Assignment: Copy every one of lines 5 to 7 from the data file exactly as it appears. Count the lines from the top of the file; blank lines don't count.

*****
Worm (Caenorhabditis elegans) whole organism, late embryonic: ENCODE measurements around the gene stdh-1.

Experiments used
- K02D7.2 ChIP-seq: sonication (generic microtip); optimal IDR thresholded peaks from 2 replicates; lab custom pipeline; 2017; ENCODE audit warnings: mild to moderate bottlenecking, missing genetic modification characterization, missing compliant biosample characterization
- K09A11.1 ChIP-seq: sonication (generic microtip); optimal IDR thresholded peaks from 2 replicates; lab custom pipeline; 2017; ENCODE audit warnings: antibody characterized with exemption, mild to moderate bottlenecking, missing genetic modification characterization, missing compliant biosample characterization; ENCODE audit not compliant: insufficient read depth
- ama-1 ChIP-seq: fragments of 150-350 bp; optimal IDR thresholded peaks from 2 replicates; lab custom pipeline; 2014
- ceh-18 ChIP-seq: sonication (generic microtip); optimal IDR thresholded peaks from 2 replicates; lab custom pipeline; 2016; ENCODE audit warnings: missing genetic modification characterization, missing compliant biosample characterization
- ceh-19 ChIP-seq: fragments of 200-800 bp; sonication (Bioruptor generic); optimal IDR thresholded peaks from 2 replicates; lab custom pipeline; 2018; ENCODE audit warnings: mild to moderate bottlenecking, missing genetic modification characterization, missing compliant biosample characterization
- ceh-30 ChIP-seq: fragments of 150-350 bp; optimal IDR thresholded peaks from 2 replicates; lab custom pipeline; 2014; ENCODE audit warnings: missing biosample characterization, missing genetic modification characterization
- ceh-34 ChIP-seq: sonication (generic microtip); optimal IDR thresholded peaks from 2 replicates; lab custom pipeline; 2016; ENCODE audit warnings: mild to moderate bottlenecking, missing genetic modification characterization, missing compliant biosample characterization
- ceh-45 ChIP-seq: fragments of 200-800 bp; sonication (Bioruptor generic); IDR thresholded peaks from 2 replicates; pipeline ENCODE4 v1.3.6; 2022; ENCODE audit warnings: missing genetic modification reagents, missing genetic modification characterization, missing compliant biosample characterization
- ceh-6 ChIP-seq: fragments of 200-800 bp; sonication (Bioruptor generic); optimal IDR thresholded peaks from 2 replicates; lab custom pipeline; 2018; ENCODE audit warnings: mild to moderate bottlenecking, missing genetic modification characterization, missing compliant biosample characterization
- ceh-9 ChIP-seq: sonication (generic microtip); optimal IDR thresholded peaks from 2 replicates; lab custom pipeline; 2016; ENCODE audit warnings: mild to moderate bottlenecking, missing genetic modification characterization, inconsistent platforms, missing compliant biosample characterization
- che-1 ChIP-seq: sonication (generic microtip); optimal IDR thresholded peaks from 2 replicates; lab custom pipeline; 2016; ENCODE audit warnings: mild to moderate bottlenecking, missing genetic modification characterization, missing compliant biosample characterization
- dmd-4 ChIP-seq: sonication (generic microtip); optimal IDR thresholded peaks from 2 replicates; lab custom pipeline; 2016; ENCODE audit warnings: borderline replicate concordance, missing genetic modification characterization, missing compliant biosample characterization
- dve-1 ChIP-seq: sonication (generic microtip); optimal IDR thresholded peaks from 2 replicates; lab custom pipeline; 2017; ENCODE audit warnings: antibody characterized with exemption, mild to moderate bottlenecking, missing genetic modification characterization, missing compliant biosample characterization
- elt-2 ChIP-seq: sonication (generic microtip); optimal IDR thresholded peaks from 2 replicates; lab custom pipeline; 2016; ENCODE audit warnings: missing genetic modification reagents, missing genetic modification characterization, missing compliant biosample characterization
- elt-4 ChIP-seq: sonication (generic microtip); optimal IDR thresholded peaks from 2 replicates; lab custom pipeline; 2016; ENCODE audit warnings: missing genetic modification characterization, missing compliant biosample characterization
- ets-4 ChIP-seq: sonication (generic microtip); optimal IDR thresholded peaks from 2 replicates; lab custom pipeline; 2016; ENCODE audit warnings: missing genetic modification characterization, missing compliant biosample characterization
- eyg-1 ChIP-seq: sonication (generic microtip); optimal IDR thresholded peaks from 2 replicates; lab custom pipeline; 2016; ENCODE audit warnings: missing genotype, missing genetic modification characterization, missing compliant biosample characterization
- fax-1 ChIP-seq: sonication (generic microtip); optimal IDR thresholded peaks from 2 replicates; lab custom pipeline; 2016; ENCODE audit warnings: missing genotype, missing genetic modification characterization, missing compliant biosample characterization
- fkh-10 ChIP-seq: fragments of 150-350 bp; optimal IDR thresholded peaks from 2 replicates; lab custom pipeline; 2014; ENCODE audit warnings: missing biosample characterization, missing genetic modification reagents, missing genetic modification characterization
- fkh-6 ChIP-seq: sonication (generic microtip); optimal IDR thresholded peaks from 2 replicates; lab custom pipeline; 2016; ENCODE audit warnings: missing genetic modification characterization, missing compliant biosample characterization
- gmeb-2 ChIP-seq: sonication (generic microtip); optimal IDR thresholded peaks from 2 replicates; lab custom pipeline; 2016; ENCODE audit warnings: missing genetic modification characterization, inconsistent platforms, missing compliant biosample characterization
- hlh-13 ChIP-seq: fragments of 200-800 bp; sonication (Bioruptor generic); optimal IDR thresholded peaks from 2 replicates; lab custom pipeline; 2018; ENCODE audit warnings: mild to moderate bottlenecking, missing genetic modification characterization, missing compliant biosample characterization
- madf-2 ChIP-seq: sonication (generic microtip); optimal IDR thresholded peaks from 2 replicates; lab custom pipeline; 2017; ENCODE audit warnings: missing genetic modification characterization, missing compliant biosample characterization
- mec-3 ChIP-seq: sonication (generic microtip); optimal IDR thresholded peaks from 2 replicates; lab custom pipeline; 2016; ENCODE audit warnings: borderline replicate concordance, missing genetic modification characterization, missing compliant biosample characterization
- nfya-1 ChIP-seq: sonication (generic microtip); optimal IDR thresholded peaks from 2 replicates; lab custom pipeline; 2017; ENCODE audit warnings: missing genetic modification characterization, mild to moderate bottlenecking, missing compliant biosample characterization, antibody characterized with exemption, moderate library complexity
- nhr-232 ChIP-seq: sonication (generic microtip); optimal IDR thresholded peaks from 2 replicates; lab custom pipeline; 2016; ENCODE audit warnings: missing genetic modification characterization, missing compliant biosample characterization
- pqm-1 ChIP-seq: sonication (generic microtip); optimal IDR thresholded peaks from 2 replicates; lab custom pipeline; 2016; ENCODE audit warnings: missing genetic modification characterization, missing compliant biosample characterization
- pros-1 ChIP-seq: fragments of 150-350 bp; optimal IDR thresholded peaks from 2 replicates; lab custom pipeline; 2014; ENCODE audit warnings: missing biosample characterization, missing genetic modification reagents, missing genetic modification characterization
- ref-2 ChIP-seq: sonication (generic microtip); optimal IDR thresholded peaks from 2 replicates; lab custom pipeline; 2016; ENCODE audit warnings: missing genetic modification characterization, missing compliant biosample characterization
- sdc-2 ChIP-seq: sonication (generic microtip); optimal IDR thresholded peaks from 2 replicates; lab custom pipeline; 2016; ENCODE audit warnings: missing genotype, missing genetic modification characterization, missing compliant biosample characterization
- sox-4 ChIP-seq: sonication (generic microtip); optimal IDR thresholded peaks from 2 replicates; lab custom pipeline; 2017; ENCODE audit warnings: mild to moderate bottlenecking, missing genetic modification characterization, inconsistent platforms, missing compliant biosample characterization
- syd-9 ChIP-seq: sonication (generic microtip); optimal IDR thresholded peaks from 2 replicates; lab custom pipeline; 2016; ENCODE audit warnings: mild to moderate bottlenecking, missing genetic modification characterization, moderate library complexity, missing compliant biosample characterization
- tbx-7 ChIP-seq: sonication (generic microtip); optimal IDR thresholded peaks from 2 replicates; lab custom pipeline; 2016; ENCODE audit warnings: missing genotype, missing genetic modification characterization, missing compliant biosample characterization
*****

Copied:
- ama-1 ChIP-seq: fragments of 150-350 bp; optimal IDR thresholded peaks from 2 replicates; lab custom pipeline; 2014
- ceh-18 ChIP-seq: sonication (generic microtip); optimal IDR thresholded peaks from 2 replicates; lab custom pipeline; 2016; ENCODE audit warnings: missing genetic modification characterization, missing compliant biosample characterization
- ceh-19 ChIP-seq: fragments of 200-800 bp; sonication (Bioruptor generic); optimal IDR thresholded peaks from 2 replicates; lab custom pipeline; 2018; ENCODE audit warnings: mild to moderate bottlenecking, missing genetic modification characterization, missing compliant biosample characterization